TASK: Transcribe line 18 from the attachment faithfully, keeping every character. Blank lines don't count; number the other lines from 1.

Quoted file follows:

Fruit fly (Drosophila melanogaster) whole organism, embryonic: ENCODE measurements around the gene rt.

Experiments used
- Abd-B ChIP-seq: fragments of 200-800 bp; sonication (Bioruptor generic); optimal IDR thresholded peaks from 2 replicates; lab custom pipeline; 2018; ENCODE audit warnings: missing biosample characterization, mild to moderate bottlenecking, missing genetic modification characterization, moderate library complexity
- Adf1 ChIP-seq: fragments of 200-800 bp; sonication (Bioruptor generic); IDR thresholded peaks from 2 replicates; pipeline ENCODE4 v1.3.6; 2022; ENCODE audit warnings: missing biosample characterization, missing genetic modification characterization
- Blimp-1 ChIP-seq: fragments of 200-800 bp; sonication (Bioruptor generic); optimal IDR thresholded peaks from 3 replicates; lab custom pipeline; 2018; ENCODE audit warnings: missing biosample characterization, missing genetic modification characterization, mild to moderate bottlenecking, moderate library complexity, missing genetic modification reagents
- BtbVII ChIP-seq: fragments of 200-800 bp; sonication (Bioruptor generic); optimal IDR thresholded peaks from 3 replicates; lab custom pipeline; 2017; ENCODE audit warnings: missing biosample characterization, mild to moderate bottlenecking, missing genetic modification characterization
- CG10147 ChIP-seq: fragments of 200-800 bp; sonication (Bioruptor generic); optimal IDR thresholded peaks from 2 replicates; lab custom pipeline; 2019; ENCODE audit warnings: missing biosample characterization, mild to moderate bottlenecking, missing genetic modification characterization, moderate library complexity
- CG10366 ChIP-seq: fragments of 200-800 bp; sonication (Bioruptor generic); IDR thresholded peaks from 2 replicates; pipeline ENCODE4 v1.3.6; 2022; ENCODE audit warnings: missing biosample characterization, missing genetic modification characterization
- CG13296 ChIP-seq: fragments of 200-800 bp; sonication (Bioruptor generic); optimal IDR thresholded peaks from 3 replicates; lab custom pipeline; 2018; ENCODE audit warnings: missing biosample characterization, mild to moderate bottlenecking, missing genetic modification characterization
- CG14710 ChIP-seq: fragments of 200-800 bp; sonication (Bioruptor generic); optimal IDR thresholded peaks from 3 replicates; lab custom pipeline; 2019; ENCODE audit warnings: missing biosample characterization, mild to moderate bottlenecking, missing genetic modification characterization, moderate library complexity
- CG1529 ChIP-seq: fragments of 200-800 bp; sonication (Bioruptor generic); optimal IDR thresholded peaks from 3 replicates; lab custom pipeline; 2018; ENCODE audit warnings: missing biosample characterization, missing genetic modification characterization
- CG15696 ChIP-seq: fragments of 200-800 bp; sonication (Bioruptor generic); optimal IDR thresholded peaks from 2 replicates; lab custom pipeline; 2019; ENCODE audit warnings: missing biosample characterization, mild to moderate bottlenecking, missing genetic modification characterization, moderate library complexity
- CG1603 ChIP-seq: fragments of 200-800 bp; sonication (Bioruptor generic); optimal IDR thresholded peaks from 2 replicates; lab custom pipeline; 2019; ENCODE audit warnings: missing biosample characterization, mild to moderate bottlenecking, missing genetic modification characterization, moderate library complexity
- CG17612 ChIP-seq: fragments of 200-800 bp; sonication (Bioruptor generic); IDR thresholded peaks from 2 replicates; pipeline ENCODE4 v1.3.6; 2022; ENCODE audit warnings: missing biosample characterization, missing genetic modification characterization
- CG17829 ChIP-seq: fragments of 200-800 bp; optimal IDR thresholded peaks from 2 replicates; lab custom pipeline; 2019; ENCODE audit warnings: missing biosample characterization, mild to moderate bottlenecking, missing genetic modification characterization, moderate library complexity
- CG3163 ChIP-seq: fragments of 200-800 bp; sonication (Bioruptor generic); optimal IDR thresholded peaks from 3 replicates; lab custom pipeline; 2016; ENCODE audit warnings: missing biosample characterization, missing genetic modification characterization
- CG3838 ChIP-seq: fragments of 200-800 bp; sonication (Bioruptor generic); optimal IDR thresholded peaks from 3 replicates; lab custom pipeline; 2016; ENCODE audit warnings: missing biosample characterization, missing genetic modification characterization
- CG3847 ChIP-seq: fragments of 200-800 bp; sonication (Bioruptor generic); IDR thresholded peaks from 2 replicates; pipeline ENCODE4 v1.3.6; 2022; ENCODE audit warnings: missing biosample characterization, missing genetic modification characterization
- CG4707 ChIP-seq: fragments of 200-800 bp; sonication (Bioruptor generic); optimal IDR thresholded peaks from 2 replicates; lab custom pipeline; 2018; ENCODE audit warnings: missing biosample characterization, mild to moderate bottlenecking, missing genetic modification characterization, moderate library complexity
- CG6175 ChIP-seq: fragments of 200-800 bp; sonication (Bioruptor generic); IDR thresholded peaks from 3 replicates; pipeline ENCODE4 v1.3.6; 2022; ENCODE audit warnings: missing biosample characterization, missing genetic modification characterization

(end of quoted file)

- CG3847 ChIP-seq: fragments of 200-800 bp; sonication (Bioruptor generic); IDR thresholded peaks from 2 replicates; pipeline ENCODE4 v1.3.6; 2022; ENCODE audit warnings: missing biosample characterization, missing genetic modification characterization